[plt-scheme] Dot-notation for structure field access

From: jos koot (jos.koot at telefonica.net)
Date: Mon Mar 19 09:22:33 EDT 2007

Hi Matthew
Thanks, that 's quick and clear. It took you less time for you to answer me than for me to read your answer. Thanks, Jos Koot. 

(Warning to others: module dot should be discouraged because it has some nasty shortcomings I am still working on. To solve these shortcomings requires runtime registers too. They cannot be solved in the expansion phase)

(((((lambda(x)((((((((x x)x)x)x)x)x)x)x))
    (lambda(x)(lambda(y)(x(x y)))))
  (lambda()(printf "Greetings, Jos~n"))))
  ----- Original Message ----- 
  From: Matthew Flatt 
  To: jos koot 
  Cc: plt-scheme at list.cs.brown.edu 
  Sent: Monday, March 19, 2007 7:56 AM
  Subject: Re: [plt-scheme] Dot-notation for structure field access

  At Sun, 11 Mar 2007 12:49:17 +0100, "jos koot" wrote:
  > Inspired by the dot notation of Jens Axel Søgaard I tried to eliminate the 
  > need for define-accessor. See enclosure. However, I can't get rid of the error 
  > reported at the end of my trial, reading:
  > "compile: bad syntax; reference to top-level identifier is not allowed, 
  > because no #%top syntax transformer is bound in: acc85"

  The problem starts here:

   (define-syntax (define-struct-type stx)
    (syntax-case stx ()
     ((define-struct-type (descr constr pred super) (field ...) inspector)
      (let-values (((acc mut) (apply values (generate-temporaries #'(acc mut)))))
       (register-transformer-builder #'constr #'(field ...) acc mut)
     #`(define-values (descr constr pred #,acc #,mut)

  The call to `register-transformer-builder' is a side effect that
  happens while the macro is expanded. After a `define-struct-type' form
  is expanded --- say, when compiling a module --- the side-effect won't
  happen anymore. In particular, the side effect won't happen if you
  (next week, on a different machine) load the compiled form of module
  whose source contains the `define-struct-type' declaration.

  Well, the error you see is only indirectly related to the problem,
  which is partly why it's difficult to track down. The problem is that
  the registration uses `acc' and `mut' identifiers before any such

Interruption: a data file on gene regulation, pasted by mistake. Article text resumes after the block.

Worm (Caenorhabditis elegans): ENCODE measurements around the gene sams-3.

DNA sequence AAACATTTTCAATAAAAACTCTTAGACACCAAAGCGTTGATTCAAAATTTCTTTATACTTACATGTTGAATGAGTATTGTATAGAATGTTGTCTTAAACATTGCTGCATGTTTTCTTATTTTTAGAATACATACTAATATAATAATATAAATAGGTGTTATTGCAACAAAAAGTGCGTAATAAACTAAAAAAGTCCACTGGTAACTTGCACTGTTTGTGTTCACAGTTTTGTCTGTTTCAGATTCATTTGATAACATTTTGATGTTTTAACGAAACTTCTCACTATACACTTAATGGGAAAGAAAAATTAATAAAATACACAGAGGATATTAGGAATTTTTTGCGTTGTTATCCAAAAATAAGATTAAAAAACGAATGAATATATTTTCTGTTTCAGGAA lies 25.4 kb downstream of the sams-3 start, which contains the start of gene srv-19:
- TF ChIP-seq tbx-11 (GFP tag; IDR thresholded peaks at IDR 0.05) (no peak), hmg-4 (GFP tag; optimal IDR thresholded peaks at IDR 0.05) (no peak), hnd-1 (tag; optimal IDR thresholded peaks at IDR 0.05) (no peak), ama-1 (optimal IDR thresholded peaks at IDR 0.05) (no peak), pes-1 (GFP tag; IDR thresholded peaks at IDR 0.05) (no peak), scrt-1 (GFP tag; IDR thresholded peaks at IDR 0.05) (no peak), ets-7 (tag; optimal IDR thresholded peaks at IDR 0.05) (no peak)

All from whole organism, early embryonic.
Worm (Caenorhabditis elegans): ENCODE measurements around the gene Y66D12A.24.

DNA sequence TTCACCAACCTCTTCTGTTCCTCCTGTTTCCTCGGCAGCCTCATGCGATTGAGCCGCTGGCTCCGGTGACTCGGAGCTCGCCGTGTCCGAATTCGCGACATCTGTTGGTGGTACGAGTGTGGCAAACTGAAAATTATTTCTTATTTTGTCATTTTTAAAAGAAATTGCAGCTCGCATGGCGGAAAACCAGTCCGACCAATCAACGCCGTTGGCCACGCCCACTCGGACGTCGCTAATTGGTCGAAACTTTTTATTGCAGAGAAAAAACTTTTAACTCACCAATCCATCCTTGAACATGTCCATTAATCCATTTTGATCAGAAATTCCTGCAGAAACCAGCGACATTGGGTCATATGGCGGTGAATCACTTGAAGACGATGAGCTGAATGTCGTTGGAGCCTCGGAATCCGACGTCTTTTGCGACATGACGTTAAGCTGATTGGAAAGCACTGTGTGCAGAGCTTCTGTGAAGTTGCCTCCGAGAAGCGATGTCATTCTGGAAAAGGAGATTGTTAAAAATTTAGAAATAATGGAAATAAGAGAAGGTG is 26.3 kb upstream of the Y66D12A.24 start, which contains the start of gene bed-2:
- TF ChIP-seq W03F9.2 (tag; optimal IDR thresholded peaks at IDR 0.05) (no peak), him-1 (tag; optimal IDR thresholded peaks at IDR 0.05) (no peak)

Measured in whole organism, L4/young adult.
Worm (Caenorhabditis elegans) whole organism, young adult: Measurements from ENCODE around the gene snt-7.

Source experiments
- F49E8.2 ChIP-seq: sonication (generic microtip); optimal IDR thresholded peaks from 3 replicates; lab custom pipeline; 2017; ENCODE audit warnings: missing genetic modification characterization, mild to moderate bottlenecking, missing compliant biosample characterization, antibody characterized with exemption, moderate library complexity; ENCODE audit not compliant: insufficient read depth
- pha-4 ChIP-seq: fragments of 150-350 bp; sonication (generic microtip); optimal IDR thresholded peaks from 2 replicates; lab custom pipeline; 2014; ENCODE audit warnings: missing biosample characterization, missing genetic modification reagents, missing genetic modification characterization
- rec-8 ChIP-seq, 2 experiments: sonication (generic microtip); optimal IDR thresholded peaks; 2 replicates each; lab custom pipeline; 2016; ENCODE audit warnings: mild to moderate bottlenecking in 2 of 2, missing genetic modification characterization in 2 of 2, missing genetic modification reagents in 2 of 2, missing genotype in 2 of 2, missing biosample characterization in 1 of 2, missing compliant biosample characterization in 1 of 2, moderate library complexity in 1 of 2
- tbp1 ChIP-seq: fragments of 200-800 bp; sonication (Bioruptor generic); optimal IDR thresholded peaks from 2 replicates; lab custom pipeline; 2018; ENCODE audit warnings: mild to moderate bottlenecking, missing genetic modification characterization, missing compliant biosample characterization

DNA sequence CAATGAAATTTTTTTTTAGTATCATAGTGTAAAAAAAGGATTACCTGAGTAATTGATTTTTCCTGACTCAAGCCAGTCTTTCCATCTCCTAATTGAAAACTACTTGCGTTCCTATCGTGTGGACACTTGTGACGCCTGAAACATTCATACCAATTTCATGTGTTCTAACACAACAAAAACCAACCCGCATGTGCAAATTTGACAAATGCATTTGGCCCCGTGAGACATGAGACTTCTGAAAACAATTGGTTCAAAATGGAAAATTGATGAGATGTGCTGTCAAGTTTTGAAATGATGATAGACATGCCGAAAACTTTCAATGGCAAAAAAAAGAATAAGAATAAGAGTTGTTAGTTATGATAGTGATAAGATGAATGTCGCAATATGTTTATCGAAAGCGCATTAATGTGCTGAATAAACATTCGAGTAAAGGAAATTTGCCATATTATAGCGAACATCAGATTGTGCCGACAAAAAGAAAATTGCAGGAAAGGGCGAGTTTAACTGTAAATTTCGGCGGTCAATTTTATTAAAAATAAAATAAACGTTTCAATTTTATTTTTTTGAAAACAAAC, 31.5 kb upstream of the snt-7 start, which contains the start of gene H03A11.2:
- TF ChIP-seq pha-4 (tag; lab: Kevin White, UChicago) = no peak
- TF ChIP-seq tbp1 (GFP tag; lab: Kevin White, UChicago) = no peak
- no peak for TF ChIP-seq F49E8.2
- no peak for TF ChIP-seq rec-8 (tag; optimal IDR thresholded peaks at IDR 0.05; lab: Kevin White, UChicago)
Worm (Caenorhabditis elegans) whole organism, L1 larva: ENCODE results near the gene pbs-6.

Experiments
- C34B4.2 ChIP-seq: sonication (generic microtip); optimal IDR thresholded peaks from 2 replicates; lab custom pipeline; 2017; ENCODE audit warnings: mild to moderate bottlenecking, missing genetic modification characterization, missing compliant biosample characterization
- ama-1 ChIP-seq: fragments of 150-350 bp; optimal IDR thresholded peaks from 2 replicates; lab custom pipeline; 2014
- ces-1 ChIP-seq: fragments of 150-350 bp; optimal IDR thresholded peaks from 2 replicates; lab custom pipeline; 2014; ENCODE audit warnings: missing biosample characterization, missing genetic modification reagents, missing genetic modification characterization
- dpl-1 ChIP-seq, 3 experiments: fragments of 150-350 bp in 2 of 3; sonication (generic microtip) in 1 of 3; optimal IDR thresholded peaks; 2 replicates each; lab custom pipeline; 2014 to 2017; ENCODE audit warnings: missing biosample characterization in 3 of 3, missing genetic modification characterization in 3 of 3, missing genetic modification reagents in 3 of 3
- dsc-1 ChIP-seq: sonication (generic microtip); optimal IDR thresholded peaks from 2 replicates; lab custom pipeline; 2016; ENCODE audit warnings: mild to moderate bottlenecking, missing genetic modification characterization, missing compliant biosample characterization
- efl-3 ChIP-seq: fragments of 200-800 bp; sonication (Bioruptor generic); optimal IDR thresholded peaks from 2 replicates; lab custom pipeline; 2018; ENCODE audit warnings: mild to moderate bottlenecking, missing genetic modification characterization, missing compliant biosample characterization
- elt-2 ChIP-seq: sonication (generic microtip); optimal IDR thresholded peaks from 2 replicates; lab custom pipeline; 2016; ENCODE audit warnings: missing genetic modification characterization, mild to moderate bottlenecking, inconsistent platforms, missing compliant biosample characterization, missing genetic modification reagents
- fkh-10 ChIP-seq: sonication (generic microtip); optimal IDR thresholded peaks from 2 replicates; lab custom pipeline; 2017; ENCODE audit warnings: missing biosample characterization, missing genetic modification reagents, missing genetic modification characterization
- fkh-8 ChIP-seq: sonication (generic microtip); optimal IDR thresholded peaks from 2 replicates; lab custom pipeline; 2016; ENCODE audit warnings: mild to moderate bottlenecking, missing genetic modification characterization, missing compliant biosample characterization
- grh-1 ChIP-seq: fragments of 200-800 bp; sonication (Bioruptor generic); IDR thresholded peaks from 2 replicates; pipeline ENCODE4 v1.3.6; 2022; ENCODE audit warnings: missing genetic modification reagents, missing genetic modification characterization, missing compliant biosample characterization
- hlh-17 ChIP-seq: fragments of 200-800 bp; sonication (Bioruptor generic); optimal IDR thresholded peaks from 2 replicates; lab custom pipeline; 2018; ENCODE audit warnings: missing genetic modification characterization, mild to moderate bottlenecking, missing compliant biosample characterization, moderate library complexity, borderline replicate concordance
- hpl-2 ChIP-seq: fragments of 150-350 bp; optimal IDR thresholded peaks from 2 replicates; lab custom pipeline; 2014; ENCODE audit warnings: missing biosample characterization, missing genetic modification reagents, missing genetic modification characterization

bindings exist, and that leads to the bad reference.

  The solution to both problems is the same, and it's simple to write

   (define-syntax (define-struct-type stx)
    (syntax-case stx ()
     ((define-struct-type (descr constr pred super) (field ...) inspector)
      (let-values (((acc mut) (apply values (generate-temporaries #'(acc mut)))))
            (register-transformer-builder #'constr #'(field ...) #'#,acc #'#,mut))
           (define-values (descr constr pred #,acc #,mut)

  All I've done is move the `register-transformer-builder' call into the
  result of the macro, so that it's a side-effect wrapped by
  `begin-for-syntax'. Since it's part of the result expansion, the side
  effect happens each time the expanded (or compiled) expression is

  Moreover, `acc' and `mut are now in the same binding context as the
  `define-values' form, so they get bound in the way that you want.

  The general rule is: Don't put any side-effects in a macro expansion.
  If you must have side effects at compile time, they should be in

  See also 
  which may make more sense now that you've hit the problem that it
  describes. :)

  Unfortunately, there's a small catch, which I think is almost certainly
  related to your later question about `syntax-recertify'. If you try

   (module m mzscheme
     (require dot)
     (define-struct-type d c p (x y z) (make-inspector))
     (provide d c p))

   (module n mzscheme
     (require dot m)
     (define-struct-var s (c 1 2 add1))
     (printf "~s\n" s.x))

  then you get

   compile: access from an uncertified context to unexported variable
   from module: m at: acc1 in: acc1.1

  Even though there's no `local-expand' in the macro implementation,
  there is a kind of manual expansion that happens when looking up a
  binding via `register-lookup'. That manual lookup must be accompanied
  by manual management of certificates (though not through using

  So, explicitly certify the referencing identifiers before you record

   (define-syntax (define-struct-type stx)
    (syntax-case stx ()
     ((define-struct-type (descr constr pred super) (field ...) inspector)
      (let-values (((acc mut) (apply values (generate-temporaries #'(acc mut)))))
            (let ([cert (syntax-local-certifier)])
              (register-transformer-builder #'constr #'(field ...) 
                                            (cert #'#,acc)
                                            (cert #'#,mut))))
           (define-values (descr constr pred #,acc #,mut)

  Revised code and example enclosed.

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